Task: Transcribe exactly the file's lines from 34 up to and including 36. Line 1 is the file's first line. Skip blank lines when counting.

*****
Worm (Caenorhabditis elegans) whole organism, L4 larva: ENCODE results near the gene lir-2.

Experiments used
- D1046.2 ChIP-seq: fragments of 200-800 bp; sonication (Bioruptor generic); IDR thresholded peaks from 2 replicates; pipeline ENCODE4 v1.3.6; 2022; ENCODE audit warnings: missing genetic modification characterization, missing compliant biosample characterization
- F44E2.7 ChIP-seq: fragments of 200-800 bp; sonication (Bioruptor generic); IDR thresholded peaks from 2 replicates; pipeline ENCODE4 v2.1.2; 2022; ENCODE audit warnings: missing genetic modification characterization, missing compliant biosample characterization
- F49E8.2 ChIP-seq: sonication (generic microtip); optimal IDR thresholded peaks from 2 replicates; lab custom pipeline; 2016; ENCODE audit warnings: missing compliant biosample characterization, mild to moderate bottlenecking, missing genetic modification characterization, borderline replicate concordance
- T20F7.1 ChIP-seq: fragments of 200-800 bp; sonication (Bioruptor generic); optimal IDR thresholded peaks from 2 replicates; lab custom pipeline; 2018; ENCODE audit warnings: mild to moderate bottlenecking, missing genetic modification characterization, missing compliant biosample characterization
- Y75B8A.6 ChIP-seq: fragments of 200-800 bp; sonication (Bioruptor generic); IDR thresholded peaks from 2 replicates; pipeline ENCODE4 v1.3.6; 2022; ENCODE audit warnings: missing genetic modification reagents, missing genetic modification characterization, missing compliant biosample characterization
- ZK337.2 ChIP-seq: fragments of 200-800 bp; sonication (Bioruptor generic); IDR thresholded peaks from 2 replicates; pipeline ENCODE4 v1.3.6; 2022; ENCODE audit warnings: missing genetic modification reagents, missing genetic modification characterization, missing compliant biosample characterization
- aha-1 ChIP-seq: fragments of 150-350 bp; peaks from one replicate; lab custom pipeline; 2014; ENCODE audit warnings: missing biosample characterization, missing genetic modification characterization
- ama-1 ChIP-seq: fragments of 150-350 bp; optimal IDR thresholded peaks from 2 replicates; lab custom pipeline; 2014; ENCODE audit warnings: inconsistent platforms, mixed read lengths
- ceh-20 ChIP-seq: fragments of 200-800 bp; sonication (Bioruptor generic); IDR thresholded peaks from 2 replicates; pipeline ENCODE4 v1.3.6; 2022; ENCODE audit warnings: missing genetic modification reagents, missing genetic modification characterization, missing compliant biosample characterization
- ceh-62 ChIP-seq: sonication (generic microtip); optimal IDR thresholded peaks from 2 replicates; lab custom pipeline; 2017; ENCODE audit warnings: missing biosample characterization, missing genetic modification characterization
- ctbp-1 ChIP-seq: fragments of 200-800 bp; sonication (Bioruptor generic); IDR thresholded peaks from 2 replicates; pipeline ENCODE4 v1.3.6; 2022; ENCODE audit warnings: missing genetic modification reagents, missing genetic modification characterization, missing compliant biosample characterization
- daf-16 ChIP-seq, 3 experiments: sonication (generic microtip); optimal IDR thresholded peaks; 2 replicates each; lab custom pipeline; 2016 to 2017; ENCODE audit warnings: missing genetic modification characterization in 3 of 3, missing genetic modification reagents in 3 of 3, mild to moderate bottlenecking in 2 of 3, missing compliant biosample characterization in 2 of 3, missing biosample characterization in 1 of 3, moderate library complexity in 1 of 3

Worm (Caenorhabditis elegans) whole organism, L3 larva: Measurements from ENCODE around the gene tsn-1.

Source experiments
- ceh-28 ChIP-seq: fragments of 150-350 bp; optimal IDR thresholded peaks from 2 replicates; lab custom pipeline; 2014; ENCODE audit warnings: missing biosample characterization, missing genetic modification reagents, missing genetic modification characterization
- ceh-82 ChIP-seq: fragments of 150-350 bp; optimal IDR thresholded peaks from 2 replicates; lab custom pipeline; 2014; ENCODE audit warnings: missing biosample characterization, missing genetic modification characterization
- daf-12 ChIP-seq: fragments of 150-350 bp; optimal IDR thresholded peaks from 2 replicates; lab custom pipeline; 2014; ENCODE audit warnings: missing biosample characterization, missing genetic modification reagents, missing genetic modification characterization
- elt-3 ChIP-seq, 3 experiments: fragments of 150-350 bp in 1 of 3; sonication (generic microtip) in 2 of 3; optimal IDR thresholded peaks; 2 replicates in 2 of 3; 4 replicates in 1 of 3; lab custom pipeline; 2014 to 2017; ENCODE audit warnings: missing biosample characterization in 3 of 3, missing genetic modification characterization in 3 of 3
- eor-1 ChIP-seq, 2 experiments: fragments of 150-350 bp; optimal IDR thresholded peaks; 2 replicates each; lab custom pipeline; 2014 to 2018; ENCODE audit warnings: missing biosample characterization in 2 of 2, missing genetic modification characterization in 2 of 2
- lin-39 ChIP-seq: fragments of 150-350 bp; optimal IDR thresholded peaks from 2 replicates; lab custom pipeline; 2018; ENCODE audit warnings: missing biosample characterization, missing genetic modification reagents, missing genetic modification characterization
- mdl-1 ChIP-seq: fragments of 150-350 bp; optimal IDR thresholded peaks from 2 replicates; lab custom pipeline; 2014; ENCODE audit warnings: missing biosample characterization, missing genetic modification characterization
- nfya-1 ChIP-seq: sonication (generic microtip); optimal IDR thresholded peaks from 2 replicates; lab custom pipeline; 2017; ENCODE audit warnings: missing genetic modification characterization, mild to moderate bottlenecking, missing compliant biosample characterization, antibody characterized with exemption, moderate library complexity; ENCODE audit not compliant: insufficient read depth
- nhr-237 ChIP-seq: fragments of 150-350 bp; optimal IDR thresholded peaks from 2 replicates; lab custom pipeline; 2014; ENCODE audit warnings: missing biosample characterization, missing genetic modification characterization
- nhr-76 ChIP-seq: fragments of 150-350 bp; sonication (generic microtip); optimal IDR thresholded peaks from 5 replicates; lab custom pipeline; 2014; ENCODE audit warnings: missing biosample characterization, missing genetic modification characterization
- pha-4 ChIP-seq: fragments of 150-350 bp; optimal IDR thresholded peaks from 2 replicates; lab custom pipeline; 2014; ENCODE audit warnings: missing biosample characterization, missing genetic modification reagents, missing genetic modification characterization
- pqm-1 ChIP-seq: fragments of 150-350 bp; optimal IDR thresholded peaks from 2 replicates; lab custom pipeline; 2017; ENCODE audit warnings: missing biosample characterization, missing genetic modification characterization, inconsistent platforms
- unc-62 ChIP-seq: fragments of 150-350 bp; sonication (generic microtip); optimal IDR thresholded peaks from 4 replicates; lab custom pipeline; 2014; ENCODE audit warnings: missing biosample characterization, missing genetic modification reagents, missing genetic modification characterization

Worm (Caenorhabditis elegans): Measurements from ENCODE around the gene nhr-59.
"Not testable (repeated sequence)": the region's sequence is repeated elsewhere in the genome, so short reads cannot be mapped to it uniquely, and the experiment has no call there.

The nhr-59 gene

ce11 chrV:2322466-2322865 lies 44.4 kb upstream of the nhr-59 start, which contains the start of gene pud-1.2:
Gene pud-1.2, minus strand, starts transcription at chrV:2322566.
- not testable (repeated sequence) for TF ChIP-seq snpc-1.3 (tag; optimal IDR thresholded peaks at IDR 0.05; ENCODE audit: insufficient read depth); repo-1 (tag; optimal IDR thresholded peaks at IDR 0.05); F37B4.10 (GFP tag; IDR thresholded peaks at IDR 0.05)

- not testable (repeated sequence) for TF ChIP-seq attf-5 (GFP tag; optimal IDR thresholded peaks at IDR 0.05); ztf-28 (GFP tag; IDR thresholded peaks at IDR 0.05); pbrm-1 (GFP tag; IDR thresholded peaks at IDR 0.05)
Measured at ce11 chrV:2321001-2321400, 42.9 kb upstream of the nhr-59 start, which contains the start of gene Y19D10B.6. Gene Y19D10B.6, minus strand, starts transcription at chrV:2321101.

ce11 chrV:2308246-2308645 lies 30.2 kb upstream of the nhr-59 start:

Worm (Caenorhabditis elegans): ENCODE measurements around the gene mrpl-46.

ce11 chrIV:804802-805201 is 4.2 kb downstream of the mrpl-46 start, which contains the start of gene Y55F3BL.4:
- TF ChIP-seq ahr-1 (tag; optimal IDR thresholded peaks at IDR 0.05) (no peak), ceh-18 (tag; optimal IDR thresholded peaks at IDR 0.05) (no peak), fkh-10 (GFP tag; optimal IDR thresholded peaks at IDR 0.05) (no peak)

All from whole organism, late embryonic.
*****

Gene pud-1.2, minus strand, starts transcription at chrV:2322566.
- not testable (repeated sequence) for TF ChIP-seq snpc-1.3 (tag; optimal IDR thresholded peaks at IDR 0.05; ENCODE audit: insufficient read depth); repo-1 (tag; optimal IDR thresholded peaks at IDR 0.05); F37B4.10 (GFP tag; IDR thresholded peaks at IDR 0.05)

- not testable (repeated sequence) for TF ChIP-seq attf-5 (GFP tag; optimal IDR thresholded peaks at IDR 0.05); ztf-28 (GFP tag; IDR thresholded peaks at IDR 0.05); pbrm-1 (GFP tag; IDR thresholded peaks at IDR 0.05)